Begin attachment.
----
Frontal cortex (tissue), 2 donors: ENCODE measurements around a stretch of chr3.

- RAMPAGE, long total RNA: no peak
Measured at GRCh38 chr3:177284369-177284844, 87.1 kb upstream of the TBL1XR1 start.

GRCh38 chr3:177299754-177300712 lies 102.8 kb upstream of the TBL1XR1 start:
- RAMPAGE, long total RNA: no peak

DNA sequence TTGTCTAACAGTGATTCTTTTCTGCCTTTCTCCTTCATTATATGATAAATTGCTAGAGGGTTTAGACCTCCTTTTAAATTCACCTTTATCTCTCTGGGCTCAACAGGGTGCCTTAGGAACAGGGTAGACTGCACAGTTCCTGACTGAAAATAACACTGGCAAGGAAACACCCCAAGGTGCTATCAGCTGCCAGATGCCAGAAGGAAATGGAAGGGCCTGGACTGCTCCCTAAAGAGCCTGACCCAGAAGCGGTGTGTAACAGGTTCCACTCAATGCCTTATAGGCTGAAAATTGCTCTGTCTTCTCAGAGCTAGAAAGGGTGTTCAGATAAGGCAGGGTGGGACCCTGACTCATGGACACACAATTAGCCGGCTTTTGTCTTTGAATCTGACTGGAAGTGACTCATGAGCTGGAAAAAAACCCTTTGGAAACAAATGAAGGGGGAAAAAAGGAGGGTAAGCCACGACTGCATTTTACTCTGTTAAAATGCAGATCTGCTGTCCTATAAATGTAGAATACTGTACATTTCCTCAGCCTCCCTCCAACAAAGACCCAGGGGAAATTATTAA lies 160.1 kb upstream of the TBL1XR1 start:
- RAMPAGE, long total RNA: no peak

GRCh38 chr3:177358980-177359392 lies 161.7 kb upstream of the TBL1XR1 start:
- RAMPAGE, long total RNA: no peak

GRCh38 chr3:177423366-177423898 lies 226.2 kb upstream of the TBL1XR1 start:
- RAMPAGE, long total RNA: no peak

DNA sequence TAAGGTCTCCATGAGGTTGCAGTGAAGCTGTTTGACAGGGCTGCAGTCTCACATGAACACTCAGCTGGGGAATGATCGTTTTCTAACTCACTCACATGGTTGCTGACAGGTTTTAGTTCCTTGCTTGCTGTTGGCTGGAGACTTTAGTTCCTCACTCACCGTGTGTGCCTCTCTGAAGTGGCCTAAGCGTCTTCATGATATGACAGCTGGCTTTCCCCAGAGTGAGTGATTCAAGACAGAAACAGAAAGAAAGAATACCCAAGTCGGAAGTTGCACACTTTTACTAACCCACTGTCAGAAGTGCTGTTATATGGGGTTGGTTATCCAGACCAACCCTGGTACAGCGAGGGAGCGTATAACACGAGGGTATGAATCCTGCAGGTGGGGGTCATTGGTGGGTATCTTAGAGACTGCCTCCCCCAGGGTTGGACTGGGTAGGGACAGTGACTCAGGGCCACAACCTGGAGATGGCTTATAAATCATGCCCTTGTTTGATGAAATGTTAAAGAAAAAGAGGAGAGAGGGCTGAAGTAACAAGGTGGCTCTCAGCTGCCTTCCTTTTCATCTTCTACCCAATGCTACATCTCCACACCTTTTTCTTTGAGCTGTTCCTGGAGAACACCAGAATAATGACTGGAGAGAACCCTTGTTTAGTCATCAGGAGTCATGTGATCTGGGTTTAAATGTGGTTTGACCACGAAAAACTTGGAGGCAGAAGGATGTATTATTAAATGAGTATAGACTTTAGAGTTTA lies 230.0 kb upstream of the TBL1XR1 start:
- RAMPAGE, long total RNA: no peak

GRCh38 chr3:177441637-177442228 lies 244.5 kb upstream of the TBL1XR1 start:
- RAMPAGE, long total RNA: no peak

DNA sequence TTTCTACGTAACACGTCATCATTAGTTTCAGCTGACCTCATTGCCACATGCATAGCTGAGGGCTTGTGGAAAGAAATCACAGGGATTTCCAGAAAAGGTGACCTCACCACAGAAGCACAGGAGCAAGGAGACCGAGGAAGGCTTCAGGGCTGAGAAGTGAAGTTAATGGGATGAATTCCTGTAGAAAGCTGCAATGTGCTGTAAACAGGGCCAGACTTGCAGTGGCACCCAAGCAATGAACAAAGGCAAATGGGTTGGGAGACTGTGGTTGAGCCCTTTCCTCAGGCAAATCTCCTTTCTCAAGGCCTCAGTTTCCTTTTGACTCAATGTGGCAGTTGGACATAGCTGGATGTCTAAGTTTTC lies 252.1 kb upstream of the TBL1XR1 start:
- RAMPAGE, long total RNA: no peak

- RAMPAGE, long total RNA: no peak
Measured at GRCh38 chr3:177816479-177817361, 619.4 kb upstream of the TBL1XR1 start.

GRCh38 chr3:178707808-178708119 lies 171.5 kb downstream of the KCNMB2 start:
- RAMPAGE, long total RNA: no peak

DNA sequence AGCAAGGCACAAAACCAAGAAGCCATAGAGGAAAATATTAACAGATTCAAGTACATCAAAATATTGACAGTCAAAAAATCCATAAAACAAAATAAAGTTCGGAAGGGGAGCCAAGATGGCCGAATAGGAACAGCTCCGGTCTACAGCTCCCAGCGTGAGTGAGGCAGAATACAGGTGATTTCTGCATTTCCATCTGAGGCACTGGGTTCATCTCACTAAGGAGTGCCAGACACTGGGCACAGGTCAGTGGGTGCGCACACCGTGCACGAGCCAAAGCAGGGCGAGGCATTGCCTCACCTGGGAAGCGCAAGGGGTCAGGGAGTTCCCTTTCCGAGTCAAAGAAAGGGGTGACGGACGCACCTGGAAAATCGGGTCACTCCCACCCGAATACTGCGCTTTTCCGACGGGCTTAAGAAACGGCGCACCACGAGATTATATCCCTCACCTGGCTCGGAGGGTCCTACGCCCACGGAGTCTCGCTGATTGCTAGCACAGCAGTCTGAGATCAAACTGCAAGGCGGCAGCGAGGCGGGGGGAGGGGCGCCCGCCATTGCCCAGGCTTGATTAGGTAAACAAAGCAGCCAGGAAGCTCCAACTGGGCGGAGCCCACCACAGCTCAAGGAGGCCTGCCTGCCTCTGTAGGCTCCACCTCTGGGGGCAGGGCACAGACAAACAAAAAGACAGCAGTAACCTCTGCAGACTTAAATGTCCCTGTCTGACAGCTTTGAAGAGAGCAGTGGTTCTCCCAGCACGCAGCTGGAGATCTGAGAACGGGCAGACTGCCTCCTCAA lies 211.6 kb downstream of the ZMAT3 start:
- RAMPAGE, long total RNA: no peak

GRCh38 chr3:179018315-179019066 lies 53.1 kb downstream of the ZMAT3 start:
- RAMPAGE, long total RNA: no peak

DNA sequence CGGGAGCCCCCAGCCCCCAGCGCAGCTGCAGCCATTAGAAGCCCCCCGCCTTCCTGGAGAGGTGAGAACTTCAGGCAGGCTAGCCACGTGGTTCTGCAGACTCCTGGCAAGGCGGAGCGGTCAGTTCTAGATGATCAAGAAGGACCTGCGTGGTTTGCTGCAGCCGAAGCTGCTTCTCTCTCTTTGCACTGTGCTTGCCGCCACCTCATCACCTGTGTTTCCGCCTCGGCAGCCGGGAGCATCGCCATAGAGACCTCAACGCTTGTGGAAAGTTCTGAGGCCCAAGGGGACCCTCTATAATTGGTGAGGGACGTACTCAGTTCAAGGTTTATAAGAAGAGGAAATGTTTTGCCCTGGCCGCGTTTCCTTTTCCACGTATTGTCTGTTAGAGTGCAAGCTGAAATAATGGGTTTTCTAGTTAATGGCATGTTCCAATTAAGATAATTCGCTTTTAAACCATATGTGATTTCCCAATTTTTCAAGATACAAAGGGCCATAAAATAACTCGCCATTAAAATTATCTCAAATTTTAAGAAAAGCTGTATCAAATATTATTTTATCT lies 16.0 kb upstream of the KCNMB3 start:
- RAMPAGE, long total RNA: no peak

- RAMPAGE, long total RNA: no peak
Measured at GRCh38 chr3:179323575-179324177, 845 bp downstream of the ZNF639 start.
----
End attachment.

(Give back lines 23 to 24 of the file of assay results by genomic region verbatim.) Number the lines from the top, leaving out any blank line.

- RAMPAGE, long total RNA: no peak

GRCh38 chr3:179018315-179019066 lies 53.1 kb downstream of the ZMAT3 start: